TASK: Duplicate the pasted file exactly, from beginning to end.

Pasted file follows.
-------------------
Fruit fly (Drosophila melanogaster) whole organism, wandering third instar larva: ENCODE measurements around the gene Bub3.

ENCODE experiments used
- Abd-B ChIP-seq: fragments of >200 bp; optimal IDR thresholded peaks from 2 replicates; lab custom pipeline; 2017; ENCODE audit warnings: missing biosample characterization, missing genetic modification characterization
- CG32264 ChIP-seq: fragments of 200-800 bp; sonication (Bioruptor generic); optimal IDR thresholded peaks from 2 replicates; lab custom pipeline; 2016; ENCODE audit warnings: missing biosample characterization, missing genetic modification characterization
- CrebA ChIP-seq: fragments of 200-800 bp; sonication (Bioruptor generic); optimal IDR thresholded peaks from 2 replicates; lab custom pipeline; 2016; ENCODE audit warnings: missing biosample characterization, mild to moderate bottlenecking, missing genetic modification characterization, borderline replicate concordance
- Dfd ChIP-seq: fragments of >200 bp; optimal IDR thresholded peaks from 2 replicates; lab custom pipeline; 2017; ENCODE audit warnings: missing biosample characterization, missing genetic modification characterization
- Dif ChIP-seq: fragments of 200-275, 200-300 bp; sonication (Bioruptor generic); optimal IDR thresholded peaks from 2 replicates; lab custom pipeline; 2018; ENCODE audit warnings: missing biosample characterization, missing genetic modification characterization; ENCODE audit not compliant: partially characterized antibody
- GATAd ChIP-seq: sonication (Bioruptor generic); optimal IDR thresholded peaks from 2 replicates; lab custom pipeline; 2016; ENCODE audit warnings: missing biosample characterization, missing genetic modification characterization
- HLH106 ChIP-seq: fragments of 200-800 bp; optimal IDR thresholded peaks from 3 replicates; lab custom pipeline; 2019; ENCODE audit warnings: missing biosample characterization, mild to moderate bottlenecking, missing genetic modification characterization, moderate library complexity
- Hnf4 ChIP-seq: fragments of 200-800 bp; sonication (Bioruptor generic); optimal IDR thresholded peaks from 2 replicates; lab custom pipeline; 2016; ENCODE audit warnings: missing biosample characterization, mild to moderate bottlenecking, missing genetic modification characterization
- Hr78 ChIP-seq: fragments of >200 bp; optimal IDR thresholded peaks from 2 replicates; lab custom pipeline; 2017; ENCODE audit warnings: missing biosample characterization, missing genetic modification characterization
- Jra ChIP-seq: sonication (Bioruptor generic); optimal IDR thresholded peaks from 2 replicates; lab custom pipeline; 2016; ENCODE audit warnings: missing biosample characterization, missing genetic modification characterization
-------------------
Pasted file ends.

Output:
Fruit fly (Drosophila melanogaster) whole organism, wandering third instar larva: ENCODE measurements around the gene Bub3.

ENCODE experiments used
- Abd-B ChIP-seq: fragments of >200 bp; optimal IDR thresholded peaks from 2 replicates; lab custom pipeline; 2017; ENCODE audit warnings: missing biosample characterization, missing genetic modification characterization
- CG32264 ChIP-seq: fragments of 200-800 bp; sonication (Bioruptor generic); optimal IDR thresholded peaks from 2 replicates; lab custom pipeline; 2016; ENCODE audit warnings: missing biosample characterization, missing genetic modification characterization
- CrebA ChIP-seq: fragments of 200-800 bp; sonication (Bioruptor generic); optimal IDR thresholded peaks from 2 replicates; lab custom pipeline; 2016; ENCODE audit warnings: missing biosample characterization, mild to moderate bottlenecking, missing genetic modification characterization, borderline replicate concordance
- Dfd ChIP-seq: fragments of >200 bp; optimal IDR thresholded peaks from 2 replicates; lab custom pipeline; 2017; ENCODE audit warnings: missing biosample characterization, missing genetic modification characterization
- Dif ChIP-seq: fragments of 200-275, 200-300 bp; sonication (Bioruptor generic); optimal IDR thresholded peaks from 2 replicates; lab custom pipeline; 2018; ENCODE audit warnings: missing biosample characterization, missing genetic modification characterization; ENCODE audit not compliant: partially characterized antibody
- GATAd ChIP-seq: sonication (Bioruptor generic); optimal IDR thresholded peaks from 2 replicates; lab custom pipeline; 2016; ENCODE audit warnings: missing biosample characterization, missing genetic modification characterization
- HLH106 ChIP-seq: fragments of 200-800 bp; optimal IDR thresholded peaks from 3 replicates; lab custom pipeline; 2019; ENCODE audit warnings: missing biosample characterization, mild to moderate bottlenecking, missing genetic modification characterization, moderate library complexity
- Hnf4 ChIP-seq: fragments of 200-800 bp; sonication (Bioruptor generic); optimal IDR thresholded peaks from 2 replicates; lab custom pipeline; 2016; ENCODE audit warnings: missing biosample characterization, mild to moderate bottlenecking, missing genetic modification characterization
- Hr78 ChIP-seq: fragments of >200 bp; optimal IDR thresholded peaks from 2 replicates; lab custom pipeline; 2017; ENCODE audit warnings: missing biosample characterization, missing genetic modification characterization
- Jra ChIP-seq: sonication (Bioruptor generic); optimal IDR thresholded peaks from 2 replicates; lab custom pipeline; 2016; ENCODE audit warnings: missing biosample characterization, missing genetic modification characterization